The first 21 days have been frittered away by the Union government. The remaining period should be utilised properly.
Whether India should have imposed a national lockdown when relatively few cases of Coronavirus had been reported vis-a-vis other countries or should have waited is not a decision worth revisiting. Whether the lockdown will only shift the curve towards the right, instead of actually flattening it for the long term, is also not important any more given the decision has already been taken by the Prime Minister after, I would assume, due consideration.
What is more important to understand as we move into the second phase of the lockdown is that the union government largely wasted the first 21 days of the national lockdown and needs to ensure that the next 19 days are more productively utilised.
Let us look at five specific areas that need urgent solutions and action plans…
Coordination and Information Flow: Despite periodic reports that the union government has set up a war room monitoring the situation, and that officers in Delhi from a range of ministries are in constant touch with counterparts in states, the fact is that in practice the lack of information flow is glaringly apparent. Despite the PM’s two video conferences with state CMs, the latter were fairly clueless about his plan to extend the lockdown till May 3, just as they were clueless when he announced the first lockdown till April 14.
In both cases, the meetings had ended with the CMs letting the PM know about their views – but without getting an insight into his thinking process. This can be seen in the fact that almost all states waited a day or two before announcing lockdowns in their states for a particular period before the PM gave his lockdown instructions. In the first case, practically every state has announced a lockdown till March 31 and then the PM announced just two days later that the entire nation would observe a lockdown till April 14. In the lockdown extension case too, 10 states had announced a lockdown till April 30 only to understand a day later that the PM wanted it till May 3. In both cases, the PM’s address caught chief ministers of BJP states as well as non-BJP states by surprise.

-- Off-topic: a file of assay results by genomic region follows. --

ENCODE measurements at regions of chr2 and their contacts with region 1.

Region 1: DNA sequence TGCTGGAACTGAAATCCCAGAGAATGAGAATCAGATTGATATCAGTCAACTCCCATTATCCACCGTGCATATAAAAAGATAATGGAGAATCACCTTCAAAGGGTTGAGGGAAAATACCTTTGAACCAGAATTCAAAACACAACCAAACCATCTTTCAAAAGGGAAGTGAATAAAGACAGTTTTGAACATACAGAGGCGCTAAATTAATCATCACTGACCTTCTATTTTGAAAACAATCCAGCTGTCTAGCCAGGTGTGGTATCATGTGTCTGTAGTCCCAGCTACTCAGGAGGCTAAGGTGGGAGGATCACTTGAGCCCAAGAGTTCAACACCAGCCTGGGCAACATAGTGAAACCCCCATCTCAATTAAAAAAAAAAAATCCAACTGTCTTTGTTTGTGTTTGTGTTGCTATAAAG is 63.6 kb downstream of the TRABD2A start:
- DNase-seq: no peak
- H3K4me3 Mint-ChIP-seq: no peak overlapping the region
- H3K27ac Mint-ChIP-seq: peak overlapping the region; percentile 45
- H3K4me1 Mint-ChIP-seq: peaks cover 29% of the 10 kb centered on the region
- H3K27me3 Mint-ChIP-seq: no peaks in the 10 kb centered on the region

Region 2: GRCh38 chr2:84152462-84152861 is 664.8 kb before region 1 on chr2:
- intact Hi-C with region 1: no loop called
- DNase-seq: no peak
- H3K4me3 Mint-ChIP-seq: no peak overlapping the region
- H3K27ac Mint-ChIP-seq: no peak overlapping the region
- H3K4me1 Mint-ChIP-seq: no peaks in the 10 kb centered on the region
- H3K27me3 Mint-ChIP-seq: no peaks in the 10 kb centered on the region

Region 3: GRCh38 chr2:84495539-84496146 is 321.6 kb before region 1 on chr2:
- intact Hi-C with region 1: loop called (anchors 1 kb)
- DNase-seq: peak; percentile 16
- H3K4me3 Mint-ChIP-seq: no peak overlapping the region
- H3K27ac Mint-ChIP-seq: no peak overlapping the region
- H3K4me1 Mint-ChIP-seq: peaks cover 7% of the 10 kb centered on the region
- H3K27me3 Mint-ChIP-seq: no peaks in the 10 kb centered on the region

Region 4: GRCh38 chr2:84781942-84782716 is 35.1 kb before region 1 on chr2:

More worrying is the fact that even ministries within the union government seemed to be clueless about the PM’s plans. The Home Ministry came out with an extremely sketchy guideline for states when the first lockdown of 21 days was announced. In the case of lockdown extension, it was not even prepared with a revised lockdown to be released immediately after the PM’s speech. The revised guidelines were released the next day.
Worse, even the revised lockdown has left a lot of ambiguity though it is better than the first one. Finally, the Railway Ministry seemed to be completely out of sync with the lockdown extension plans. It was happily booking tickets from April 14 onwards and only belatedly announced that passenger train services would not resume on April 15, after the PM made his speech. The railways have now announced that it will refund tickets booked till the period of the lockdown extension.
The Migrant Labour problem: While the first announcement by the PM and the first guideline issued by the Home Ministry completely ignored the problem of migrant labour and left individual states to deal with it for the first few days of chaos, it is apparent that the union government has not spent much time thinking about them even while extending the lockdown. Reports of restive workers trying desperately to get home, whether they are stuck in Delhi or Mumbai, have already been highlighted in the media. Even various chief ministers have voiced their concerns. Some states have even managed to bring their workers back from other states – for example, Gujarat. Others have been asking the central government to devise a proper strategy or let them run special buses.